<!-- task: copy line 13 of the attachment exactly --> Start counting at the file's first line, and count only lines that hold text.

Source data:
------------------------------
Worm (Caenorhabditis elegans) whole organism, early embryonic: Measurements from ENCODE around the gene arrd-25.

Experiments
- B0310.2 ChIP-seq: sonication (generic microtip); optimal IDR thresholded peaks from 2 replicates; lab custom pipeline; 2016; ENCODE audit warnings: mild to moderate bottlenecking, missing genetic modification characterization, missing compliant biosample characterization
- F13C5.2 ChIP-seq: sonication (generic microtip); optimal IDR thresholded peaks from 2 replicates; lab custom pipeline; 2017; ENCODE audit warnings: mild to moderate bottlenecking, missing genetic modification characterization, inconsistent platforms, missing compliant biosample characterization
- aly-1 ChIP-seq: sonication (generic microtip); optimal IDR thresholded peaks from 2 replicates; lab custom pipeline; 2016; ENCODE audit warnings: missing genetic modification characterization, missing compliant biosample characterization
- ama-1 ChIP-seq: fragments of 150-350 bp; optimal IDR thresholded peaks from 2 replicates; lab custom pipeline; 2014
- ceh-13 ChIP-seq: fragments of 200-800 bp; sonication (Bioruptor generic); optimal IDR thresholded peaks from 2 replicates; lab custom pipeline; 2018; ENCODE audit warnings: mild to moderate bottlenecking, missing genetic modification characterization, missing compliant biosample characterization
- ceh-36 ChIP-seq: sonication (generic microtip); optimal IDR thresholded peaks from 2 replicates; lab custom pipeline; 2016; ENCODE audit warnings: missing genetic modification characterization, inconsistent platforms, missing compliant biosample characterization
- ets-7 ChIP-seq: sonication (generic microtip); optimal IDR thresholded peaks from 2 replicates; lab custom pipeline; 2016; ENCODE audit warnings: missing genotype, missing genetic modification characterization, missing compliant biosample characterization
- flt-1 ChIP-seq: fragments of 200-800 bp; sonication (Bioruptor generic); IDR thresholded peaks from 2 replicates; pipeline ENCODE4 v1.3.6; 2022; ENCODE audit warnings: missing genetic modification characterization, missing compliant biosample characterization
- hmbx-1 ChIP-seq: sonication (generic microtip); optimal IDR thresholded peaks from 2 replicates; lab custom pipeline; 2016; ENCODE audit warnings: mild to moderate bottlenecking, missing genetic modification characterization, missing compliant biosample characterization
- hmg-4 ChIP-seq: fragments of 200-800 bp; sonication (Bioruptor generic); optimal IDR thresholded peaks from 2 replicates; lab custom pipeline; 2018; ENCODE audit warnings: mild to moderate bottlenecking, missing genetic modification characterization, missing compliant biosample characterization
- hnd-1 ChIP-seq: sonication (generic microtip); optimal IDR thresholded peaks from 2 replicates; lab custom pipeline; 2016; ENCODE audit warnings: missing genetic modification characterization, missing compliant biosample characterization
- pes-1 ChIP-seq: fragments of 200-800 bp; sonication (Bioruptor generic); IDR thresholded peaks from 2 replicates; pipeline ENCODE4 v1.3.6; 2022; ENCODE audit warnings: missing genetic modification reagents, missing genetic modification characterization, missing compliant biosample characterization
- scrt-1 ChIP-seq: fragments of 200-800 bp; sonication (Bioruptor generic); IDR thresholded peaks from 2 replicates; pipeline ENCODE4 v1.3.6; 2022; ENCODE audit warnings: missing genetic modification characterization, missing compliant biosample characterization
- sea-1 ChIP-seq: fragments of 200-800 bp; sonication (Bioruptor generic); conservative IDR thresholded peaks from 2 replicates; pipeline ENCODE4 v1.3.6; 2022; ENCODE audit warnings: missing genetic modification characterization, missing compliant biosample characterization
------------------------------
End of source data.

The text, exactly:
- hnd-1 ChIP-seq: sonication (generic microtip); optimal IDR thresholded peaks from 2 replicates; lab custom pipeline; 2016; ENCODE audit warnings: missing genetic modification characterization, missing compliant biosample characterization